Maybe Joshua himself was to blame for this shambolic state of affairs. He had failed to mentor a successor in the manner Moses had mentored him. He had left the nation without a central government or a human head of state but as a confederacy of twelve independent tribes without any unifying force except their Anunnaki gods.
If I say the word ‘robot’ to you, I can guess what would immediately spring to mind – a cute little Android or animal-like creature with human or pet animal characteristics and a ‘heart’, that is to say to say a battery, of gold, the sort we’ve all seen in various movies and tv shows. Think R2D2 or 3CPO in Star Wars, Wall-E in the movie of the same name, Sonny in I Robot, loveable rogue Bender in Futurama, Johnny 5 in Short Circuit…
Of course there are the evil ones too, the sort that want to rise up and eliminate us inferior humans – Roy Batty in Blade Runner, Schwarzenegger’s T-800 in The Terminator, Box in Logan’s Run, Police robots in Elysium and Otomo in Robocop.
And that’s to name but a few. As a general rule of thumb, the closer the robot is to human form, the more dangerous it is and of course the ultimate threat in any Sci-Fi movie is that the robots will turn the tables and become the masters, not the mechanical slaves. And whilst we are in reality a long way from robotic domination, there are an increasing number of examples of robotics in the workplace.
ROBOT BLOODHOUNDS Sometimes by the time that one of us smells something the damage has already begun – the smell of burning rubber or even worse, the smell of deadly gas. Thank goodness for a robot capable of quickly detecting and analyzing a smell from our very own footprint.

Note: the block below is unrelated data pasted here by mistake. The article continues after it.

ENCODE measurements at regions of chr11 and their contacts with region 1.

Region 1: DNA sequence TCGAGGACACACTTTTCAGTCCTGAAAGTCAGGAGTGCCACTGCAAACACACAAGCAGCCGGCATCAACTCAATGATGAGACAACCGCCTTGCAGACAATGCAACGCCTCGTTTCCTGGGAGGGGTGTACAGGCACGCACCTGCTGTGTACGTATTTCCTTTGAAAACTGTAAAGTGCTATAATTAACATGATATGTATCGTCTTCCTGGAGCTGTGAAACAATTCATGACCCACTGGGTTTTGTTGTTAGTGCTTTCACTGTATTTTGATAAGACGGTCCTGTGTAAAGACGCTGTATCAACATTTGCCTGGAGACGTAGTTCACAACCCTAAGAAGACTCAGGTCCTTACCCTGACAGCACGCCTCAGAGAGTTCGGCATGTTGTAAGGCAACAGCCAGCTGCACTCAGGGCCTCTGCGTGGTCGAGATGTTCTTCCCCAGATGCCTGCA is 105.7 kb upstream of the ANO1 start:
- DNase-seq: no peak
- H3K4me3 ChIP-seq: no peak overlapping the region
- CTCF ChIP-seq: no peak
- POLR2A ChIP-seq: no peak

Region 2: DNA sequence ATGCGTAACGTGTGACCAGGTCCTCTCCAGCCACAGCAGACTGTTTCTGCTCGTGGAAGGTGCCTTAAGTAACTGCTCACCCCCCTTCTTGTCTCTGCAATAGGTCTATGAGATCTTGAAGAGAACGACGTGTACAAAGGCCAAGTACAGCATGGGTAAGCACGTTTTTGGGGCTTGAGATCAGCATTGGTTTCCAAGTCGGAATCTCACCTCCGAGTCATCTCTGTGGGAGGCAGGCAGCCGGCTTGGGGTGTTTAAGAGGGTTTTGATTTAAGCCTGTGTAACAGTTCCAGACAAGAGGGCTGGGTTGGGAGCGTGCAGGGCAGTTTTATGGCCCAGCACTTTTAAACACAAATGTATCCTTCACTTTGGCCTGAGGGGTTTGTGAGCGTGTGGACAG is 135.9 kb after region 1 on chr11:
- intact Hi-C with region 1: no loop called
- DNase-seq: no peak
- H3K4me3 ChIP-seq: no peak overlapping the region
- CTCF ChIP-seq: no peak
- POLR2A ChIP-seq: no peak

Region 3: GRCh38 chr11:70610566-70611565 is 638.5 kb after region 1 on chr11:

A*Library Bot The A*Star (Singapore) developed library bot which when books are equipped with RFID location chips, can scan shelves quickly seeking out-of-place titles. It manoeuvres with ease around corners, enhances the sorting and searching of books, and can self-navigate the library facility during non-open hours.
DRUG-COMPOUNDING ROBOT Automated medicine distribution system, connected to the hospital prescription system. It’s goal? To manipulate a large variety of objects (i.e.: drug vials, syringes, and IV bags) normally used in the manual process of drugs compounding to facilitate stronger standardisation, create higher levels of patient safety, and lower the risk of hospital staff exposed to toxic substances.
AUTOMOTIVE INDUSTRY ROBOTS Applications include screw-driving, assembling, painting, trimming/cutting, pouring hazardous substances, labelling, welding, handling, quality control applications as well as tasks that require extreme precision,
AGRICULTURAL ROBOTS Ecrobotix, a Swiss technology firm has a solar-controlled ‘bot that not only can identify weeds but thereafter can treat them. Naio Technologies based in southwestern France has developed a robot with the ability to weed, hoe, and assist during harvesting. Energid Technologies has developed a citrus picking system that retrieves one piece of fruit every 2-3 seconds and Spain-based Agrobot has taken the treachery out of strawberry picking. Meanwhile, Blue River Technology has developed the LettuceBot2 that attaches itself to a tractor to thin out lettuce fields as well as prevent herbicide-resistant weeds. And that’s only scratching the finely-tilled soil.